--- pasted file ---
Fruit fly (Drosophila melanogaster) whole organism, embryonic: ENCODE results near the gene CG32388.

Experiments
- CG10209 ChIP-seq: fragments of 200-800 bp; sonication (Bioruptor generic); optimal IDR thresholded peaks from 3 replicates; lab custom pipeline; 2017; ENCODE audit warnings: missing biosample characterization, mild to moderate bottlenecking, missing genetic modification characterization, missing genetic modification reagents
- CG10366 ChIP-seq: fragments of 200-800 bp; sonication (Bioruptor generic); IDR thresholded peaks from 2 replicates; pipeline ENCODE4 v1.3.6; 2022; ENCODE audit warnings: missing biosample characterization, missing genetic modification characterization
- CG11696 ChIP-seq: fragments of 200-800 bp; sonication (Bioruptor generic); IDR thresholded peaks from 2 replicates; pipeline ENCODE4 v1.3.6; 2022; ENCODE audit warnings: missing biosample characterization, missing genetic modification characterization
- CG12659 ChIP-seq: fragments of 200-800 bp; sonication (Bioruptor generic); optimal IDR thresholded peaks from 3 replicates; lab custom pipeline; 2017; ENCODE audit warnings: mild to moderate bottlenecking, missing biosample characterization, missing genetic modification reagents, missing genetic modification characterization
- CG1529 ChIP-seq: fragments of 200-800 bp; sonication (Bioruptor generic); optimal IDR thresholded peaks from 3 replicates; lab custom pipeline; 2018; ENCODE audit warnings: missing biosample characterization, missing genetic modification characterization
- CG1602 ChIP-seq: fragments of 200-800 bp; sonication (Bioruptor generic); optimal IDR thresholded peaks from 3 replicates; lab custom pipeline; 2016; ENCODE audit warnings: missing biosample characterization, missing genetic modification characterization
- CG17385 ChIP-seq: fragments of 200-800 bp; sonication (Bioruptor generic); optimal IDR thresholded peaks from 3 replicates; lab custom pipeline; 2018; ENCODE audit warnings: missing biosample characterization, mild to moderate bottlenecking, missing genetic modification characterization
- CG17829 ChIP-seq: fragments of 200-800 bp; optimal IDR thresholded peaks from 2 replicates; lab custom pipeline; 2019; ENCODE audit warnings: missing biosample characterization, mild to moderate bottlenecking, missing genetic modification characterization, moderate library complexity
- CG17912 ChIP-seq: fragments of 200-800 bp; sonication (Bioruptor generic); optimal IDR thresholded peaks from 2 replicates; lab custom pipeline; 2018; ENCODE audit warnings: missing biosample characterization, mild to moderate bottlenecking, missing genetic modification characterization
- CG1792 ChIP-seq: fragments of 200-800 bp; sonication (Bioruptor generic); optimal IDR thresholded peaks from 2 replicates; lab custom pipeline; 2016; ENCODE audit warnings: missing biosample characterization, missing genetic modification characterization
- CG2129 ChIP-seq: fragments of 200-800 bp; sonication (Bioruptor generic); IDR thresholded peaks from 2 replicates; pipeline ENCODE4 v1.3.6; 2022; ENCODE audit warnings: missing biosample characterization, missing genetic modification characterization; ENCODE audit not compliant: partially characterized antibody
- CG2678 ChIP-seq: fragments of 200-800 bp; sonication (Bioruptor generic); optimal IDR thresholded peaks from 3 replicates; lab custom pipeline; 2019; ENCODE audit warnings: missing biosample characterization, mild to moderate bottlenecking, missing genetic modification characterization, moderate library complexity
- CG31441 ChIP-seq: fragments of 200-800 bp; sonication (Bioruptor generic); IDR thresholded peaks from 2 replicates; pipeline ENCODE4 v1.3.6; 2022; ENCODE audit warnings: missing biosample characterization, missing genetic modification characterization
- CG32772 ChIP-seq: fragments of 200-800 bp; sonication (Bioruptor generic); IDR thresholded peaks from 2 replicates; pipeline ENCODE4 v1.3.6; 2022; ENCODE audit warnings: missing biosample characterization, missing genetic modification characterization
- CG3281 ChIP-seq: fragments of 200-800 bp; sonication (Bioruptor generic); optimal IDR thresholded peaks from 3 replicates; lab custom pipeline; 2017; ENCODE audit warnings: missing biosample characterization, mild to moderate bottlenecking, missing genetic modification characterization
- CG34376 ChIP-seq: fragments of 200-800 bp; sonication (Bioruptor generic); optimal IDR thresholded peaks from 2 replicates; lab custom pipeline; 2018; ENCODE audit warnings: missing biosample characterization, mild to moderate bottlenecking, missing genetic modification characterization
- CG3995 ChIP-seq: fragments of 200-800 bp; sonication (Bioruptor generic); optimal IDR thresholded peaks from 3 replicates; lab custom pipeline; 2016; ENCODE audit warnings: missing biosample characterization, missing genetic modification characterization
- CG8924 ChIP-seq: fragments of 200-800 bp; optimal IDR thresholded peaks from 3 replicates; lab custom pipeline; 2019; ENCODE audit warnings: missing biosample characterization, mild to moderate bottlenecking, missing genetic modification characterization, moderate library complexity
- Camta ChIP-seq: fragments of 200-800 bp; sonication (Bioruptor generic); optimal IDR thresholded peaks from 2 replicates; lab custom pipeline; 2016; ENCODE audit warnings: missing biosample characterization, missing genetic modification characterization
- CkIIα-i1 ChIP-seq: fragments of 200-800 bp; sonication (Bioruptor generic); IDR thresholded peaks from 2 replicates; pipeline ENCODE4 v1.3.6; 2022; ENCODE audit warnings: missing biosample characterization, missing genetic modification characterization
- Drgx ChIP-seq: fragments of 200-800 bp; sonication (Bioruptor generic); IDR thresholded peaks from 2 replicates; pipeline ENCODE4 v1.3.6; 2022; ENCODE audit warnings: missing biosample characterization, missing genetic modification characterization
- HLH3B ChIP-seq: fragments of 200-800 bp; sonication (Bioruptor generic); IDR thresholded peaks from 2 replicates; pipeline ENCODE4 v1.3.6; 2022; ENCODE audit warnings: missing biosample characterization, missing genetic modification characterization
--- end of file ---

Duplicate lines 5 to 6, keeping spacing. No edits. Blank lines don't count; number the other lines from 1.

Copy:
- CG11696 ChIP-seq: fragments of 200-800 bp; sonication (Bioruptor generic); IDR thresholded peaks from 2 replicates; pipeline ENCODE4 v1.3.6; 2022; ENCODE audit warnings: missing biosample characterization, missing genetic modification characterization
- CG12659 ChIP-seq: fragments of 200-800 bp; sonication (Bioruptor generic); optimal IDR thresholded peaks from 3 replicates; lab custom pipeline; 2017; ENCODE audit warnings: mild to moderate bottlenecking, missing biosample characterization, missing genetic modification reagents, missing genetic modification characterization